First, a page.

Protecting the historic housing stock and character of the neighborhood is key, Camporeale said. Following the demolition of numerous old houses, including the three that spurred the current effort, the city placed a moratorium on demolition in Browne’s Addition in 2017. Also razed was a historic home at Second Avenue and Chestnut Street near Coeur d’Alene Park, to make way for a 13-unit apartment building.
Spokane City Councilwoman Lori Kinnear was behind the ban to prevent the “clear cutting of Browne’s Addition” after the neighborhood approached her, she said.
“The neighborhood council came to me and said, ‘What can we do? We want to see what avenues are open to us,’” Kinnear said. She said she first explored a demolition ban in 2009, when she worked as a legislative aide to Councilwoman Amber Waldref.
“Mary Verner just dropped it cold,” Kinnear said of the mayor at the time. “We picked it up where we left off.”
Kinnear and the city let the demolition ban expire after a year. Camporeale said a demolition prohibition wasn’t the preferred method for preserving Browne’s historic buildings.
“It’s all stick and no carrot,” he said, noting that the historic district still has “lots of teeth.” He added, “This has some give and take, and that’s critical.”
For the 274 owners of 372 parcels in the district, the carrot comes with three significant incentive opportunities made available by the creation of the historic district.
First, homeowners renovating their buildings could qualify for a special valuation tax, which would reduce their property taxes for 10 years based on the cost of restoration.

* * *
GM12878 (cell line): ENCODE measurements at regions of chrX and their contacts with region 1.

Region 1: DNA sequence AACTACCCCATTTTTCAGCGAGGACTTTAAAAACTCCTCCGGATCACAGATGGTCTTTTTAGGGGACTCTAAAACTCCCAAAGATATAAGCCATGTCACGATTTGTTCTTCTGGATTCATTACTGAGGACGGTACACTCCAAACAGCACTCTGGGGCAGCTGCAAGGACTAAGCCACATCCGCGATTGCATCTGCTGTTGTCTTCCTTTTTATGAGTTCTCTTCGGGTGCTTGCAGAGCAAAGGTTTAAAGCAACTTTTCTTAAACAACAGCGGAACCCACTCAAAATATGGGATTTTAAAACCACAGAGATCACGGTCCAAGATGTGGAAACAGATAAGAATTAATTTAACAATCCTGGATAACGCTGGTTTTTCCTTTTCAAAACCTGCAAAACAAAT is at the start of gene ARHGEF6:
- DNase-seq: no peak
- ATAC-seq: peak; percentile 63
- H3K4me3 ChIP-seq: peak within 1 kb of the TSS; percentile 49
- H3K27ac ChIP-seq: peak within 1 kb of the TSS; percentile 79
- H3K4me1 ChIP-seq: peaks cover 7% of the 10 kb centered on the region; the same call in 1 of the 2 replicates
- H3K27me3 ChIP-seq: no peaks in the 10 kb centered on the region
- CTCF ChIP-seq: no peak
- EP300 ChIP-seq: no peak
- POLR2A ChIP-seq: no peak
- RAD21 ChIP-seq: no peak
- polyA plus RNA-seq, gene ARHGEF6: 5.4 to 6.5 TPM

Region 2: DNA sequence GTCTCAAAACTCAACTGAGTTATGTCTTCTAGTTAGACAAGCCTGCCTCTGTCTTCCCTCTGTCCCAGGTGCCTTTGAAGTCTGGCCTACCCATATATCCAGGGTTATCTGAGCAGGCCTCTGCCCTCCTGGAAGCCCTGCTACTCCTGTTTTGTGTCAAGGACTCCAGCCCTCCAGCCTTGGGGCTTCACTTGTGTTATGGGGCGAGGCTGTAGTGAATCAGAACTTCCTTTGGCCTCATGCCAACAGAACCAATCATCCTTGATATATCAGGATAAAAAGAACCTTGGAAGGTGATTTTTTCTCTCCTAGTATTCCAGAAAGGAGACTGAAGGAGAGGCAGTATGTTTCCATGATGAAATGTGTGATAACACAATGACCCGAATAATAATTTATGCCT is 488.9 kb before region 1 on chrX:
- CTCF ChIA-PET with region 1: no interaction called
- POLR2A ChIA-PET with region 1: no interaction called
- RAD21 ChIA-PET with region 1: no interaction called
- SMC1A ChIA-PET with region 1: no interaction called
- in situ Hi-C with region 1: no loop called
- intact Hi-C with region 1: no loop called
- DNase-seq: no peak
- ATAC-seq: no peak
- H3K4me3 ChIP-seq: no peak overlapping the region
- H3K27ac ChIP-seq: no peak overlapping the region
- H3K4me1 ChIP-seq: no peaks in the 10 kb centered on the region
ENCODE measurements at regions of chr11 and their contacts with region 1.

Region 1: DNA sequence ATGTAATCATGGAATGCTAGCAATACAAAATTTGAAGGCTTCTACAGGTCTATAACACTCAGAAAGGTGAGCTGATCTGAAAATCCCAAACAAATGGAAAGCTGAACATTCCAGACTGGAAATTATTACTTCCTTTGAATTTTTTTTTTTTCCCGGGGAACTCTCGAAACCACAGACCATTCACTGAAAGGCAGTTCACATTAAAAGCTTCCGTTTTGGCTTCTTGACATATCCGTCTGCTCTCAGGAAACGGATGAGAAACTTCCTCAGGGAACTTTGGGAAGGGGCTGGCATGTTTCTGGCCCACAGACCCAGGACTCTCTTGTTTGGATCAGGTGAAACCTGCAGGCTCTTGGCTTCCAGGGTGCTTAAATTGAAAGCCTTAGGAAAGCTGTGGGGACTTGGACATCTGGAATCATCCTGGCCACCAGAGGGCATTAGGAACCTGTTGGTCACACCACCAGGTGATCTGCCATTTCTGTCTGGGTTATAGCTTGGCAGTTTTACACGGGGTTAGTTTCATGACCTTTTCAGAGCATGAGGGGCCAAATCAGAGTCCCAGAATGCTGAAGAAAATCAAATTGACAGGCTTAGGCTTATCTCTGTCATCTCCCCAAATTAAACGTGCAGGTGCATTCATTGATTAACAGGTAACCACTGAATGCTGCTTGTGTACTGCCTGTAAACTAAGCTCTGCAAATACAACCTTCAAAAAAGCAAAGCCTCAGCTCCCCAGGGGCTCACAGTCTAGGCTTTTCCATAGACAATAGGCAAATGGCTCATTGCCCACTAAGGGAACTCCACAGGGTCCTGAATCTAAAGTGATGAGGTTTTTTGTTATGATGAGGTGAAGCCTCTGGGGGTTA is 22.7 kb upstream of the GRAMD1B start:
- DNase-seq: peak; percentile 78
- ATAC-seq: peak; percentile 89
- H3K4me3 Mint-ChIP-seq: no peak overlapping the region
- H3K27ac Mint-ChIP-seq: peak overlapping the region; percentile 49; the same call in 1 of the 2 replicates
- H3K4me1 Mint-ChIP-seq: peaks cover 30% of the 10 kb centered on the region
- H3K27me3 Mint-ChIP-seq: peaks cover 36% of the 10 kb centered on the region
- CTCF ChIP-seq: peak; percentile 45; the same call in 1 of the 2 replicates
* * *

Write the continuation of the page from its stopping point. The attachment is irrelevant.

Second, a national Historic Tax Credit provides a 20% income tax credit to developers of income-producing properties, like retail establishments and rental apartments, of which there are many in Browne’s.
The national tax credit was created in 1976 and is “one of the most powerful historic preservation tools we have,” according to the National Conference of State Historic Preservation Officers, which said the tax credit has preserved more than 42,000 buildings and generated $84 billion in economic development since its inception.
Combined, the special tax valuation and tax credit could “erase taxes altogether” for commercial property owners, Camporeale said.
Finally. there’s the Facade Improvement Grant, a local incentive funded through the fees the city charges for demolition permits. Last year, two projects received $7,500 in these grants for work on the Garland Theater and the Kehoe Block in Hillyard. The same program was used during the North Monroe Street revitalization, which generated in $250,000 in improvements.
Biggerstaff said the historic district would not only help preserve the neighborhood’s historic character, but also its mixed-income nature.
“We’re not trying to build a wall around our neighborhood. We want people in our neighborhood,” Biggerstaff said. “I’ve seen the poorest people in this neighborhood and I’ve seen the wealthiest people in this neighborhood. That’s Browne’s Addition. We want diversity. This has to be the most diverse neighborhood in Spokane. We don’t want that to change.”